Ok with the seat done, I was apparently on to drilling holes in the legs for the stretchers. Little bit of a nerve wracking step, hence my look of concentration…but it went off without a hitch.
When it came time to drill the hole in the spindle, Greg set up this really genius jig to hold the spindle, as well as utilize mirrors to make sure the drill was going in straight. That man is so awesome.
So now it was time for assembly but I had about two hours before I had to jet off to the airport and fly back to Texas. So Greg suggested we only glue up two legs to a stretcher, dry fit the rest, and that way I could flat pack it enough for me to carry on the plane. So that’s what we did.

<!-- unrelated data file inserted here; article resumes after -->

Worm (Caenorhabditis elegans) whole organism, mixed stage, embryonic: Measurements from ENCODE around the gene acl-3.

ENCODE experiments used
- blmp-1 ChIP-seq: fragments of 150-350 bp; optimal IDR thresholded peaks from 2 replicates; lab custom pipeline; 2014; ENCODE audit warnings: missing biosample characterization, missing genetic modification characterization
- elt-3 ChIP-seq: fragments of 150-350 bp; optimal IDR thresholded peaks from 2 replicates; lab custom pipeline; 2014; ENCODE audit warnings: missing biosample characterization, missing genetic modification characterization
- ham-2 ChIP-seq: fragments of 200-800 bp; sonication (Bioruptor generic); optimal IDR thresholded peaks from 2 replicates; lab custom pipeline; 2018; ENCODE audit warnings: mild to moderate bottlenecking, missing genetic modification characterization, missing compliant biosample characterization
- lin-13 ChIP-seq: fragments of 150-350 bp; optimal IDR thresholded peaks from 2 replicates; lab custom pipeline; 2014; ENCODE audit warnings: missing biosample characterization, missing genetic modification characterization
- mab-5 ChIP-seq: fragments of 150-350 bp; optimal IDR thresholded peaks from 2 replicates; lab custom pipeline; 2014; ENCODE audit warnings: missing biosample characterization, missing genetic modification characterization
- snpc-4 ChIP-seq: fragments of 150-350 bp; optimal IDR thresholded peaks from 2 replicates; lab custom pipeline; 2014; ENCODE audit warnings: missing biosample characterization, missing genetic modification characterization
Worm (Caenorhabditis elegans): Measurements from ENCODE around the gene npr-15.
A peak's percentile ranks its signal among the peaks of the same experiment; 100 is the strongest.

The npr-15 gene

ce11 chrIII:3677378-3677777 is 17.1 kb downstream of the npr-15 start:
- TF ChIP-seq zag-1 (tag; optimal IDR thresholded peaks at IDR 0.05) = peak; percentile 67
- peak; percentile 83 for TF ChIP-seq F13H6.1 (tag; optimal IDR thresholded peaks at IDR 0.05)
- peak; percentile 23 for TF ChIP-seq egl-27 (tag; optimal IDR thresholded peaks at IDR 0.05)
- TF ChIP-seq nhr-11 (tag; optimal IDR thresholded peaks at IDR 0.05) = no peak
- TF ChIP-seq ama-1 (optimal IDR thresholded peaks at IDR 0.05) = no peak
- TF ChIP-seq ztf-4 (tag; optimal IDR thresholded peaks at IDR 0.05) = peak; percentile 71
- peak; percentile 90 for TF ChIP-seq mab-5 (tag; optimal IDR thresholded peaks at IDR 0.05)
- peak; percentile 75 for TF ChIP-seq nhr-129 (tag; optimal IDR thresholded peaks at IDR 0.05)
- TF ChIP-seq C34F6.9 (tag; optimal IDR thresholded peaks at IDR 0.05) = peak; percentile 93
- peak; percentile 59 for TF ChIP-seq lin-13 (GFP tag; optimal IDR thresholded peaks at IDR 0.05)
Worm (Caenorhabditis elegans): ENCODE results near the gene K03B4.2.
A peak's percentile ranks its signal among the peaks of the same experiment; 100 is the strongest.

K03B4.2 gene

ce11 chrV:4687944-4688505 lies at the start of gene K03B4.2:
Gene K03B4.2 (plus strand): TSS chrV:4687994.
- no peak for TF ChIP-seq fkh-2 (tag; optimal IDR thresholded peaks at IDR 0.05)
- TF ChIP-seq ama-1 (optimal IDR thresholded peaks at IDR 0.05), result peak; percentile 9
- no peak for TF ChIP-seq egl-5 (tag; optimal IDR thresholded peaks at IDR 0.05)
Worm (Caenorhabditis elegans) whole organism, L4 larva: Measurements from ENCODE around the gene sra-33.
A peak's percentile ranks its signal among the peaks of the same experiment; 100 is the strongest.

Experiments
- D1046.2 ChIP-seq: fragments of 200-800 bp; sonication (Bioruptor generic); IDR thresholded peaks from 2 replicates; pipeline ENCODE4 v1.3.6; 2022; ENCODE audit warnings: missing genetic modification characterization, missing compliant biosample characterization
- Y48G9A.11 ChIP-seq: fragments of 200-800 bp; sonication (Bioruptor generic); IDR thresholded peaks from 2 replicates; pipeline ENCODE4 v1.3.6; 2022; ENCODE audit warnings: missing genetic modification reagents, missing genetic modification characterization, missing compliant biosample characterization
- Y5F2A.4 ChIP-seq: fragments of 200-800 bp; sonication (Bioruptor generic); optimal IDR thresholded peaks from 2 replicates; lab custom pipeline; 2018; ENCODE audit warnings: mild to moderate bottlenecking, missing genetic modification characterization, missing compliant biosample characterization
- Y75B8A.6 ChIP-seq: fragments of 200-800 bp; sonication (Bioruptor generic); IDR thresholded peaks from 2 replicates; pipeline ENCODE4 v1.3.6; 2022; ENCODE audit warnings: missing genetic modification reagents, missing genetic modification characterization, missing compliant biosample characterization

I applied hide glue, which is able to be cleaned up with water but is also reversible should you ever need to take the piece of furniture apart and repair it or refinish it.
Then everything else was a simple dry fit.
This allowed us to not only see the stool complete but also allowed me to cut in the wedge slots in each one of the tenons, as well as level out the feet. Which meant finding a flat surface, marking each leg, and trimming off the excess.
Ahhh, and now that it was as done as it could get, we all took turns sitting in it. : )
Greg helped me wrap up my parts to be a flat packed, then I tucked it under my arm and went off to the airport. If you want an interesting conversation starter, tote a stool around the airport. TSA and the flight attendants had a few questions for me, but there were no problems with getting it back home.
Once there, I was able to unpackaged it then glue the wedges into the top of the legs.